The issue of cybersecurity is at the forefront of our mind; news of possible Russian interference in the US election, and the NHS cyber hack are just two recent examples of digital interference. The most remarkable aspect of this issue is that the bad guys aren’t just thrill-seeking bedroom hackers, they’re government-backed, government-trained and government-funded hacking outfits, working to destabilise entire nations. So in this age of cyber warfare and cyber terrorism, how much do you know about cybersecurity? It’s a dense and complex issue, so to help wrap your head around the issues, here’s our list of the 5 most important cybersecurity books that you should be reading.
This is one for the technical minded. If you’re willing to get stuck into the theory of coding, this book serves as an accessible and fascinating insight into what exactly makes hacking possible.
Equally interesting is why it’s so damn hard to stop. Tobias Klein is a cybersecurity specialist and in this book, he leads us through his work as he hunts for bugs in the systems of some of the world’s biggest companies, including Apple’s iOS.
The Art of Deception: Controlling the Human Element of Security by Kevin D. Mitnick
This is an extraordinary book about social engineering, the psychological manipulation of people into performing actions or divulging confidential information.
It examines the possibility that humans are the biggest problem for cybersecurity. The author is one of the world’s most notorious cyber hackers and was once the subject of a worldwide FBI manhunt; he knows his stuff. This is an invaluable book that uses real life examples to teach us how to avoid falling victim to social engineering attacks.
We Are Anonymous: Inside the Hacker World of LulzSec, Anonymous, and the Global Cyber Insurgency by Parmy Olson
This book offers a first-hand account of life inside some of the world’s most notorious hacker collectives. It serves as an expose on how groups like Anonymous and The Global Cyber Insurgency, made up of loosely oraganised people from all over the globe, manage to gain worldwide headlines with acts of digital dissent.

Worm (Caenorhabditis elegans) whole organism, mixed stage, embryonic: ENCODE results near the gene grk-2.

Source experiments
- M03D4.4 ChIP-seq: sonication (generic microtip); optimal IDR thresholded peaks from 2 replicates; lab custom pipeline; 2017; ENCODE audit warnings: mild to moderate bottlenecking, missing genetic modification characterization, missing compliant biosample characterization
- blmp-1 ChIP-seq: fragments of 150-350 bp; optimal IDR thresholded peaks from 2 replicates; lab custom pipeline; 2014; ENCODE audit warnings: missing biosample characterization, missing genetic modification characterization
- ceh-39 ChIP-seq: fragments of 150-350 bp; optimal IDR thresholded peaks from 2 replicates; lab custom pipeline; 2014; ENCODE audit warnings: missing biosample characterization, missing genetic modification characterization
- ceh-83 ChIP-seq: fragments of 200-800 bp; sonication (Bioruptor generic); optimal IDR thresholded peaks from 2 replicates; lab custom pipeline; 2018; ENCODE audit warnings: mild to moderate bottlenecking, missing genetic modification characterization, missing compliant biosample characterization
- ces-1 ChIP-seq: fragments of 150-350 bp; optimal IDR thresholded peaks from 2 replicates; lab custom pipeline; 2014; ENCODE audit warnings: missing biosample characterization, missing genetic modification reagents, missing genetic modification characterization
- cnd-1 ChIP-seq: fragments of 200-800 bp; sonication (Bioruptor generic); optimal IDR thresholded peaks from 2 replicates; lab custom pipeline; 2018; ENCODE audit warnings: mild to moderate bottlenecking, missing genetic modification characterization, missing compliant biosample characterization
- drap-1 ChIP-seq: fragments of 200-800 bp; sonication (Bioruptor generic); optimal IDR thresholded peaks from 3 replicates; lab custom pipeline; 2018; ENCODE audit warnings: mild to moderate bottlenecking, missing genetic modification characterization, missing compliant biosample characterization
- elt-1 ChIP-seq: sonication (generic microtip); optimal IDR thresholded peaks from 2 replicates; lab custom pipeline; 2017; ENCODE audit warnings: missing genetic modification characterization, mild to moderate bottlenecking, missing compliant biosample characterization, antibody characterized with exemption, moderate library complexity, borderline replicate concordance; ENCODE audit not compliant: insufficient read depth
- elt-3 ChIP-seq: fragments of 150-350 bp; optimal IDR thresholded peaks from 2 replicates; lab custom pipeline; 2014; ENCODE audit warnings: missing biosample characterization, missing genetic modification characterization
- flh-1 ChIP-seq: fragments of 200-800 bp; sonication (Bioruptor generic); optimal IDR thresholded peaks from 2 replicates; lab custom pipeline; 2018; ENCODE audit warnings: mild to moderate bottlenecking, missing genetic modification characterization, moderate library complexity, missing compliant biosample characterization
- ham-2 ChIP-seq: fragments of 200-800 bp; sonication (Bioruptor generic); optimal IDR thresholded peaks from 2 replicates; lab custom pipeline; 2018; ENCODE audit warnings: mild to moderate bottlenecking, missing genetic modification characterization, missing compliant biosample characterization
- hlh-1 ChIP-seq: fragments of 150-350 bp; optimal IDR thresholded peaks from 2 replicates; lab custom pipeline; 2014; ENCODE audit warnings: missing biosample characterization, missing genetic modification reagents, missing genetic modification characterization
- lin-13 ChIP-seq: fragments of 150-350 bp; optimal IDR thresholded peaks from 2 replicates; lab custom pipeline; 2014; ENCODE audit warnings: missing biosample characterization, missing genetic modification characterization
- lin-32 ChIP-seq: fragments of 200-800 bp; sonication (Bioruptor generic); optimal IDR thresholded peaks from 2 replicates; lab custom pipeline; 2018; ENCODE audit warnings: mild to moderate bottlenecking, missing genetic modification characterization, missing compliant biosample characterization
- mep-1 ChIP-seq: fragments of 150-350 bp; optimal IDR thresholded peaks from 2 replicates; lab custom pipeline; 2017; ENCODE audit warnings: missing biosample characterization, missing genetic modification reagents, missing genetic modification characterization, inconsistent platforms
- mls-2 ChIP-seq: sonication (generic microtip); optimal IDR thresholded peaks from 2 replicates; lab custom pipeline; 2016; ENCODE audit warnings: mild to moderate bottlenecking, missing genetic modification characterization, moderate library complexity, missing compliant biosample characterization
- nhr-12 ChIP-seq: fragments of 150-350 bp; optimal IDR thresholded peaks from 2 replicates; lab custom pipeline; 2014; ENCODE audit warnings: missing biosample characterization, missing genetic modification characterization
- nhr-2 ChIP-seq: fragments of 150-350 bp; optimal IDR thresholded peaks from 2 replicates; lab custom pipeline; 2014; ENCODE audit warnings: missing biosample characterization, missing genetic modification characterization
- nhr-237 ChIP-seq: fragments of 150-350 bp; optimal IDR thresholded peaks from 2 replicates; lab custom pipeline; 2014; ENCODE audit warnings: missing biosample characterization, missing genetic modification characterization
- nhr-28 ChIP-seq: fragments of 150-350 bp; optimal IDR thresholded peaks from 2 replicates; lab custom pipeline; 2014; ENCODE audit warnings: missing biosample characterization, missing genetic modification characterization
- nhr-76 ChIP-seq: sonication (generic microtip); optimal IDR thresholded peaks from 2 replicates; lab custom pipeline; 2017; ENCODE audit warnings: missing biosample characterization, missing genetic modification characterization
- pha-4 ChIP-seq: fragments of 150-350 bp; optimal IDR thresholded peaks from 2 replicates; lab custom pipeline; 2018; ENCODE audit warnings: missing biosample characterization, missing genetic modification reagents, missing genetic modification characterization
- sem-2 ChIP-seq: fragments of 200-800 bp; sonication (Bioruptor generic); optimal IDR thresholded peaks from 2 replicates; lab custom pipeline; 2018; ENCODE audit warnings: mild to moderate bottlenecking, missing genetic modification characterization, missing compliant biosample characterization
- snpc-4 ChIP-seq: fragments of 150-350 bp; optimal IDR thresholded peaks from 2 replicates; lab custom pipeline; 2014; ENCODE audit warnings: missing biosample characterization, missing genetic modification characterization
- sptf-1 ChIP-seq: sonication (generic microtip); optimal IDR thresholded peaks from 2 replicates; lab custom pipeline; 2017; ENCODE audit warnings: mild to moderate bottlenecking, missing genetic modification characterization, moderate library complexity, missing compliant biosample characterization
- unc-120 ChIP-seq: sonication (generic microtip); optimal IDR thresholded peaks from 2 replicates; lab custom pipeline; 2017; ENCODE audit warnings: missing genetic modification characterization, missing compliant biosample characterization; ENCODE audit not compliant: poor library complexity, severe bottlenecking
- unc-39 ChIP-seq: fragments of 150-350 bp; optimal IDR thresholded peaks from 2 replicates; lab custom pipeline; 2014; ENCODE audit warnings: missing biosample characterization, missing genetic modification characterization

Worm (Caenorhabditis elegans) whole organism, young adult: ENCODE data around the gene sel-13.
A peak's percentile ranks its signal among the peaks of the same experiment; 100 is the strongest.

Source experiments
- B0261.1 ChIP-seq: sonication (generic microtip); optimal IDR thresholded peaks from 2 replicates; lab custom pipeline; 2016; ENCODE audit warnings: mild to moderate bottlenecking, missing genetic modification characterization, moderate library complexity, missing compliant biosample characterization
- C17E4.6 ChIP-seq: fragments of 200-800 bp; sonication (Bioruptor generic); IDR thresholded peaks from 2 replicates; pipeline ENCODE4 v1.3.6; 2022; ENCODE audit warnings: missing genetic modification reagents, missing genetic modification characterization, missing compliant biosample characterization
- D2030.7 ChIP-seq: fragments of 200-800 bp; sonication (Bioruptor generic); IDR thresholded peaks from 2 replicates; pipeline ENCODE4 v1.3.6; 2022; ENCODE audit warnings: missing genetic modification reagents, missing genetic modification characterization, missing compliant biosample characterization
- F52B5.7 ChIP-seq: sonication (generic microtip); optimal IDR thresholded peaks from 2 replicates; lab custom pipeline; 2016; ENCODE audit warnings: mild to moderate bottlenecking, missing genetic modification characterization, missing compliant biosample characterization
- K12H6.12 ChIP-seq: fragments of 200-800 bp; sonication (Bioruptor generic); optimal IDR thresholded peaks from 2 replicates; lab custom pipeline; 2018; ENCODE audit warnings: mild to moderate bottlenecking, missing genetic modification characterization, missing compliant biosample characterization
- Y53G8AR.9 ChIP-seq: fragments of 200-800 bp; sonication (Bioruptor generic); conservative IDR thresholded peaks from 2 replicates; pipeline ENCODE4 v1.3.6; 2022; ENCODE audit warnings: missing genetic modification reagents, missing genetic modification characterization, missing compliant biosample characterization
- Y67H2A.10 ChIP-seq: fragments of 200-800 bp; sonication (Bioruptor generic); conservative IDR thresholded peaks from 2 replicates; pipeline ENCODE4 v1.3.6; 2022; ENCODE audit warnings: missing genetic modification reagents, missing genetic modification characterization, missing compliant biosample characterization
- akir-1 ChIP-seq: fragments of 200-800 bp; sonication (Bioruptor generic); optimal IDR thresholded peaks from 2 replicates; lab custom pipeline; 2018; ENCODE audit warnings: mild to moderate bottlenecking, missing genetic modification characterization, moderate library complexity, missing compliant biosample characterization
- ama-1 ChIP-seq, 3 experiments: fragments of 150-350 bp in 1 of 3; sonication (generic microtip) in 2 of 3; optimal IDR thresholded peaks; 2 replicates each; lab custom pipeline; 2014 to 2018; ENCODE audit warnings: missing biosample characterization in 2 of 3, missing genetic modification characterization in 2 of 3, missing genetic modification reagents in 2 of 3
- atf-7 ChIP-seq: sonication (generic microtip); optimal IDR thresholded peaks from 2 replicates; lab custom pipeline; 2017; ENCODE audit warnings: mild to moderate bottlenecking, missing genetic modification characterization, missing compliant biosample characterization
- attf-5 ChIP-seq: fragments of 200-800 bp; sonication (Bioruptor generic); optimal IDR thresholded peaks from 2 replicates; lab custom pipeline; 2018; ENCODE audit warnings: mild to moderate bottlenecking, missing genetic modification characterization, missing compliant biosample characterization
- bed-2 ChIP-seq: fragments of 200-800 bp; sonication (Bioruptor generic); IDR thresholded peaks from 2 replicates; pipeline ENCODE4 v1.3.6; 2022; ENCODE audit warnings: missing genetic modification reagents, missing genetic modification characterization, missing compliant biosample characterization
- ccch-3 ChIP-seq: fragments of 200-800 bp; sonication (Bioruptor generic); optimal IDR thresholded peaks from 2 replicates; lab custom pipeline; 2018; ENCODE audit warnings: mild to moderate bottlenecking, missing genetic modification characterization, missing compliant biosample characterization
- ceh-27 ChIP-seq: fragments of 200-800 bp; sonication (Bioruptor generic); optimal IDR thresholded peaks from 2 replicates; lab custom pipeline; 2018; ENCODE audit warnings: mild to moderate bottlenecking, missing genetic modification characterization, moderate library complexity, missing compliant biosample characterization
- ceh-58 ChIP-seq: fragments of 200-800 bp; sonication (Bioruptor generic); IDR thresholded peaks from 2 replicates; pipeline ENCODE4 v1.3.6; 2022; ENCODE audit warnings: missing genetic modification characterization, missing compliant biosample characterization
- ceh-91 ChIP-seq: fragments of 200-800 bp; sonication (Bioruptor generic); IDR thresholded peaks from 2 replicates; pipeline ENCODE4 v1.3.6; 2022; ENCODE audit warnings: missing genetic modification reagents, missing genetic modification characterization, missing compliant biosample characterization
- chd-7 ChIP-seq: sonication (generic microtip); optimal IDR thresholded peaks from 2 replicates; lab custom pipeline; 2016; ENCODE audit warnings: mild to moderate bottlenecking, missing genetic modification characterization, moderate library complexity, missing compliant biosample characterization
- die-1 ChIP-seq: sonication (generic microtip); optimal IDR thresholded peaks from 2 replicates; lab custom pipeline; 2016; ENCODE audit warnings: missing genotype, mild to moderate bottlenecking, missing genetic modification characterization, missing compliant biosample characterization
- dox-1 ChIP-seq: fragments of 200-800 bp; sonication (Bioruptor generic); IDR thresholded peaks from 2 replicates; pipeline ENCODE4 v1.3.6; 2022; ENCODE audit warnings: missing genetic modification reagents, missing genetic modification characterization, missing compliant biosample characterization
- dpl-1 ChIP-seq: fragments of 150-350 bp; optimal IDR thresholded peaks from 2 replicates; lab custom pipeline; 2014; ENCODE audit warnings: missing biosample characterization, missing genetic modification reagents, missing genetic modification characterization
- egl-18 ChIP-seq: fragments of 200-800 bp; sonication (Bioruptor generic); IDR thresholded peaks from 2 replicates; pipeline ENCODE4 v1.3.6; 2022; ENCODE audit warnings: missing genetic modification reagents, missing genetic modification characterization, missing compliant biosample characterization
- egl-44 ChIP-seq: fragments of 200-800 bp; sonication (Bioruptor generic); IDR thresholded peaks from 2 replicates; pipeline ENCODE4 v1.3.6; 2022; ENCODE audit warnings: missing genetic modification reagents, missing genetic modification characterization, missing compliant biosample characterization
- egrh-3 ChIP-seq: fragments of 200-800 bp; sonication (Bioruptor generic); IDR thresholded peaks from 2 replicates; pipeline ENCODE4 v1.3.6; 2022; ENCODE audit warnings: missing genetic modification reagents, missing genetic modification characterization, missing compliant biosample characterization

Most interesting is the discussion around how such movements will evolve in the future, and exactly what it will mean for the world.
Move Fast and Break Things: How Facebook, Google, and Amazon Have Cornered Culture and What It Means For All Of Us by Jonathan Taplin
Although not strictly a cybersecurity book, this remains essential cybersecurity reading. Why? Because it examines how the world, our values and our habits, have been shaped by the core beliefs of a handful of entrepreneurs like Mark Zuckerberg and Larry Page.
These are the people who have largely dictated the very need for cybersecurity by moving nearly every aspect of life, governance and record keeping onto the internet. The author argues that this was not inevitable, we could have chosen a different path.
Spam Nation: The Inside Story of Organized Cybercrime-from Global Epidemic to Your Front Door by Brian Krebs
This is the story of spam. By tracing the history and examining techniques, the author lays out how spam email opened the floodgate for malware, ID theft, bank fraud and, most recently, ransomware.
It tells us exactly how we’re exposing ourselves to such attacks and ultimately delivers concrete solutions on how to avoid falling victim in the future. A gripping and foreboding vision of how our mistakes today are going to affect our lives tomorrow.